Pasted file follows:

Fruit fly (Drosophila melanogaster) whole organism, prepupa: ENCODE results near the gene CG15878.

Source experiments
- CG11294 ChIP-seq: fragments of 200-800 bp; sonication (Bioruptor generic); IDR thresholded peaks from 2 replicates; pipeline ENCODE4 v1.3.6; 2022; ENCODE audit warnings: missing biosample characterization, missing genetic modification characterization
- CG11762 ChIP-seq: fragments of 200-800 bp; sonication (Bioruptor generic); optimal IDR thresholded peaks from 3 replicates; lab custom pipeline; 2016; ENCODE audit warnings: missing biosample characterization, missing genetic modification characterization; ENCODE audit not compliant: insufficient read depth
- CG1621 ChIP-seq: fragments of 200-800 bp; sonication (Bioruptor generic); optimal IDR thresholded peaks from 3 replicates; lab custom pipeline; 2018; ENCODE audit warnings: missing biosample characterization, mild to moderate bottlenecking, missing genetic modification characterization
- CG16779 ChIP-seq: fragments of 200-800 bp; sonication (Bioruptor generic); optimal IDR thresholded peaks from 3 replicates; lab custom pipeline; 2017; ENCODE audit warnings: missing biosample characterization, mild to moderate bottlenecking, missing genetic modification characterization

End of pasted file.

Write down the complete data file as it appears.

Fruit fly (Drosophila melanogaster) whole organism, prepupa: ENCODE results near the gene CG15878.

Source experiments
- CG11294 ChIP-seq: fragments of 200-800 bp; sonication (Bioruptor generic); IDR thresholded peaks from 2 replicates; pipeline ENCODE4 v1.3.6; 2022; ENCODE audit warnings: missing biosample characterization, missing genetic modification characterization
- CG11762 ChIP-seq: fragments of 200-800 bp; sonication (Bioruptor generic); optimal IDR thresholded peaks from 3 replicates; lab custom pipeline; 2016; ENCODE audit warnings: missing biosample characterization, missing genetic modification characterization; ENCODE audit not compliant: insufficient read depth
- CG1621 ChIP-seq: fragments of 200-800 bp; sonication (Bioruptor generic); optimal IDR thresholded peaks from 3 replicates; lab custom pipeline; 2018; ENCODE audit warnings: missing biosample characterization, mild to moderate bottlenecking, missing genetic modification characterization
- CG16779 ChIP-seq: fragments of 200-800 bp; sonication (Bioruptor generic); optimal IDR thresholded peaks from 3 replicates; lab custom pipeline; 2017; ENCODE audit warnings: missing biosample characterization, mild to moderate bottlenecking, missing genetic modification characterization